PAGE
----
Are you looking for a souvenir, which instead of being trivial is unique and a food for thought? With the book you’re about to get to know, you can’t be wrong – taking it home feels like bringing pieces of the essence of Hungary with you.
The Subjective Atlas of Hungary is a collection. Fifty young visual authors collaborated with Kitchen Budapest and Annelys de Vet, a young designer from the Netherlands, who’s the mastermind behind the idea of subjective atlases. As all such books, it sets the target to draw a portrait of a country – in this case contemporary Hungary – with only one pencil, held by many.
Making of the book was an interactive creative process – everyone brought his or her own ideas and stories, that were later edited, classified, mixed and reshuffled. Citing Lajos Parti Nagy’s words from the book’s introduction: “Whoever encounters this strange and self-evident book, can learn strange and self-evident things about Hungary.”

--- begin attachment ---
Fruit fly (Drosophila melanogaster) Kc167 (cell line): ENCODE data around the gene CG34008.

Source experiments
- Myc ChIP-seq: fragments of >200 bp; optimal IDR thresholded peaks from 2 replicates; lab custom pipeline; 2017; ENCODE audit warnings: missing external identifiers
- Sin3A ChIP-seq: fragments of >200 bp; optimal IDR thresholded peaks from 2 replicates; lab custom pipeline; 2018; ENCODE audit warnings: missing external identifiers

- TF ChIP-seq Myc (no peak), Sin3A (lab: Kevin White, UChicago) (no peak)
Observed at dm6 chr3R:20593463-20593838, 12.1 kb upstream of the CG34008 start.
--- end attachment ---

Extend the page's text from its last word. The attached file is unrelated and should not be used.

The bilingual book is an unusual and very honest mirror of today’s Hungarian spirit. It doesn’t want to hide things or make them look better. It shows the real faces and actual sceneries of our everyday life, spiced with typical Hungarian humour and sarcasm at some points. Of course it contains some of our finest and most famous traditional strengths – such as typical Hungarian embroidery -, but rather than folkloristic clichés, the focus stays on expressing the way cultural identity is continously in motion, influenced from many sides, and multicultural by definition.
Subjective maps, average Hungarian villages and houses, people who we don’t want to see and those that we’re proud of – the subjective atlas have them all and even more. It makes you feel human, and I believe if you’re not from Hungary, you’ll get a hint to what it must feel like being Hungarian.
The book was co-published by Kitchen Budapest and HVG Könyvek and is available for purchase at major Hungarian book stores. For further details, and even for a sneak peak into the atlas, visit the book’s website.